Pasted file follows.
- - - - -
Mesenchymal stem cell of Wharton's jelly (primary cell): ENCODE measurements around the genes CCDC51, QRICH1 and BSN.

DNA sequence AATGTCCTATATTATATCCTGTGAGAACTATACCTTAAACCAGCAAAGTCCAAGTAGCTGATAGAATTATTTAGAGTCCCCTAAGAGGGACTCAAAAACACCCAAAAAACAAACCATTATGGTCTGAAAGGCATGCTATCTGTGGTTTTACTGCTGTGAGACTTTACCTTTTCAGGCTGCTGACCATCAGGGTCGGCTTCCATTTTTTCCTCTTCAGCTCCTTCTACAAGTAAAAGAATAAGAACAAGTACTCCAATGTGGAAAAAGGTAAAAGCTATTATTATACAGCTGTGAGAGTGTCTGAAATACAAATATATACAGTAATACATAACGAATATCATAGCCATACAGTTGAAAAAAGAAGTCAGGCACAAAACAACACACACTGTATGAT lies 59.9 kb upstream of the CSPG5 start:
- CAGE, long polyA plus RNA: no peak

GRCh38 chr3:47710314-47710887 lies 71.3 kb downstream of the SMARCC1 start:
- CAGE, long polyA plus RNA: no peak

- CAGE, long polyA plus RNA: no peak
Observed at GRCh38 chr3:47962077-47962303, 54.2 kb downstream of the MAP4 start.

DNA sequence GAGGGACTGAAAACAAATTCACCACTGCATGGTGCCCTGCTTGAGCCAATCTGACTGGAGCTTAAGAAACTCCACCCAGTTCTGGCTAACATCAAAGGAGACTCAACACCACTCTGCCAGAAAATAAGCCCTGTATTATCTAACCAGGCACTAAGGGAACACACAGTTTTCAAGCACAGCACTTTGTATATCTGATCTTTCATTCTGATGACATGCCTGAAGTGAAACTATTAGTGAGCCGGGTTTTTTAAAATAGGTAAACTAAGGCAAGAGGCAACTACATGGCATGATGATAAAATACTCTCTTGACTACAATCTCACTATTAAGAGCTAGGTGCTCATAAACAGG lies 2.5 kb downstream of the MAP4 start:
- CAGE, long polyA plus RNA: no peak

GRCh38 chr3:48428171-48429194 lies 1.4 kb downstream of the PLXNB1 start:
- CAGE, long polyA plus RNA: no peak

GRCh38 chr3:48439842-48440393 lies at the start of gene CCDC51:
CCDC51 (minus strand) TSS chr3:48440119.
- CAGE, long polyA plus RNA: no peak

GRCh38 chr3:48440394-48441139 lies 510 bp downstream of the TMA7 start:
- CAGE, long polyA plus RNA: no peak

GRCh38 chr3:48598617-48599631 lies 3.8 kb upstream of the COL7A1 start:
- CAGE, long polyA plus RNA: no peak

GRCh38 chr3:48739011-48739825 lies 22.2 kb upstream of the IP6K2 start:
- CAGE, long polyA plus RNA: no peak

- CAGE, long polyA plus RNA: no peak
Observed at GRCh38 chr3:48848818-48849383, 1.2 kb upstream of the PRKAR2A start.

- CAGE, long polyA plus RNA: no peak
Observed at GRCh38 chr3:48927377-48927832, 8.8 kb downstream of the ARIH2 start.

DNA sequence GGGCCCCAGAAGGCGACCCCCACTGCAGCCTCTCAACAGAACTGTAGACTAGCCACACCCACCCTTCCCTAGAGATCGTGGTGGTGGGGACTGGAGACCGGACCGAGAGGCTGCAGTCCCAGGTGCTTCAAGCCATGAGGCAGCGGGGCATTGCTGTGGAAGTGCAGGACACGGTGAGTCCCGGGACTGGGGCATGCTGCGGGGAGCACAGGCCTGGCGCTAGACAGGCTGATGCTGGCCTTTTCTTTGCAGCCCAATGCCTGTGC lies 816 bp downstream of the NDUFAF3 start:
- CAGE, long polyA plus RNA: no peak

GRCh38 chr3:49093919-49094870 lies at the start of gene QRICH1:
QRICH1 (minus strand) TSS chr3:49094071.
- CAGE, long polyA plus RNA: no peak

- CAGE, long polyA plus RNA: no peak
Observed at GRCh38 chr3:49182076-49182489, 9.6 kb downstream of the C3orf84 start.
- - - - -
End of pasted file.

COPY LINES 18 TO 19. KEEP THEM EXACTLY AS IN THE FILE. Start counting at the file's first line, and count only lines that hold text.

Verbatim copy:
- CAGE, long polyA plus RNA: no peak

GRCh38 chr3:48739011-48739825 lies 22.2 kb upstream of the IP6K2 start: